Eleanor Schneider, Sara Rosenblum; Development, Reliability, and Validity of the My Child’s Play (MCP) Questionnaire. Am J Occup Ther 2014;68(3):277–285. https://doi.org/10.5014/ajot.2014.009159
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OBJECTIVE. This article describes the development, reliability, and validity of My Child’s Play (MCP), a parent questionnaire designed to evaluate the play of children ages 3–9 yr.
METHOD. The first phase of the study determined the questionnaire’s content and face validity. Subsequently, the internal reliability consistency and construct and concurrent validity were demonstrated using 334 completed questionnaires.
RESULTS. The MCP showed good internal consistency (α = .86). The factor analysis revealed four distinct factors with acceptable levels of internal reliability (Cronbach’s αs = .63–.81) and gender- and age-related differences in play characteristics; both findings attest to the tool’s construct validity. Significant correlations (r = .33, p < .0001) with the Parent as a Teacher Inventory demonstrate the MCP’s concurrent validity.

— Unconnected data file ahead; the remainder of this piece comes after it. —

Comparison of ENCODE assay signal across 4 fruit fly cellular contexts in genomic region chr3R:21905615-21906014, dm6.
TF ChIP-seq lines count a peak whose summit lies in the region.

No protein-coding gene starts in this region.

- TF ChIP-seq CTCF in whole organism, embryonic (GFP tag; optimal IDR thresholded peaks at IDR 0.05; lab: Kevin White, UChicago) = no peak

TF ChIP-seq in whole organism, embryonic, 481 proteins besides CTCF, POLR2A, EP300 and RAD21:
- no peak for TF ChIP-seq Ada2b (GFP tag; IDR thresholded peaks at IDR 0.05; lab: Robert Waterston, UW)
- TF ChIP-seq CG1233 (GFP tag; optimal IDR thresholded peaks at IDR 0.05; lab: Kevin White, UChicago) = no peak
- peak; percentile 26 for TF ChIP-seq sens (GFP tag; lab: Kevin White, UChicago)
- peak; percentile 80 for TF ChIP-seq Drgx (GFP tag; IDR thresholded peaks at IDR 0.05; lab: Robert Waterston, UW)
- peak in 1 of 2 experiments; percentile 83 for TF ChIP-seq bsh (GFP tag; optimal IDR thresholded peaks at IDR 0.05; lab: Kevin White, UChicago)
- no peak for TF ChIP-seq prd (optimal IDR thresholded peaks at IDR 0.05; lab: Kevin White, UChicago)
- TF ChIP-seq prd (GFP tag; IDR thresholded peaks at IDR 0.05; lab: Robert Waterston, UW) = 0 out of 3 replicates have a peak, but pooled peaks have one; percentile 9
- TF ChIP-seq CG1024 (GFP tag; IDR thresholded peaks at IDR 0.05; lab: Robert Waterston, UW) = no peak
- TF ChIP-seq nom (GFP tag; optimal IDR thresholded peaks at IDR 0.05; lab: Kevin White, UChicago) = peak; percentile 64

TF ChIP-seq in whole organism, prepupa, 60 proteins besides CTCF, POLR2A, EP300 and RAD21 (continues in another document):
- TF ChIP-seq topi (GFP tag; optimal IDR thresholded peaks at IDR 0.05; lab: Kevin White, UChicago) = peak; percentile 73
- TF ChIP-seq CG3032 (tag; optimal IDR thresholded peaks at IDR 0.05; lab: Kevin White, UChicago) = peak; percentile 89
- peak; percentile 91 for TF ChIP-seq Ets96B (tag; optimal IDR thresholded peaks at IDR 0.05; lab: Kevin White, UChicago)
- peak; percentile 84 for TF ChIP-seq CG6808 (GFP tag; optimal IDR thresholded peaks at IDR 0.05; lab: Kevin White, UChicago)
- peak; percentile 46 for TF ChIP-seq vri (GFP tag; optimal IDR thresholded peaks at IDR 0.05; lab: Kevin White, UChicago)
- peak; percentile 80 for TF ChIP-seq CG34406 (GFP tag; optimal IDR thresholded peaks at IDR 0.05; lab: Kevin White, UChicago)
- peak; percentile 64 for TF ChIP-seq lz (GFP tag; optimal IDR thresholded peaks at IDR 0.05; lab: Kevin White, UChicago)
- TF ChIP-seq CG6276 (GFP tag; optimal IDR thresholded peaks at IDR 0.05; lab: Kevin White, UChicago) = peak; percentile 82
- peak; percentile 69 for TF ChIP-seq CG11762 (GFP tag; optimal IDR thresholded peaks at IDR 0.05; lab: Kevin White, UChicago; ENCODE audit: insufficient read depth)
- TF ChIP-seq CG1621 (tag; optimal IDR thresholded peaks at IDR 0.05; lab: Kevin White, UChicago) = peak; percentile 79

CONCLUSION. The MCP demonstrated acceptable reliability and validity. It appears to be a promising standardized assessment tool for use in research and practice to promote understanding of a child’s play.
Development of appropriate, culturally sensitive evaluation tools that relate to parental perceptions and beliefs is important to further knowledge and understanding of the factors that characterize a child’s play.
Analyses of the tool’s reliability and validity suggest that the MCP questionnaire is a promising standardized tool that can enable occupational therapy practitioners to conduct appropriate, accurate, and effective assessment of play and determine the need for intervention to address the occupation of play.
Mothers who completed the questionnaire reported that the MCP was clear and effective and increased their insight into and awareness of their child’s play.
The parent reports of typically developing children from this study provide preliminary baseline data for further investigation with parents of similar backgrounds who have children with special needs.
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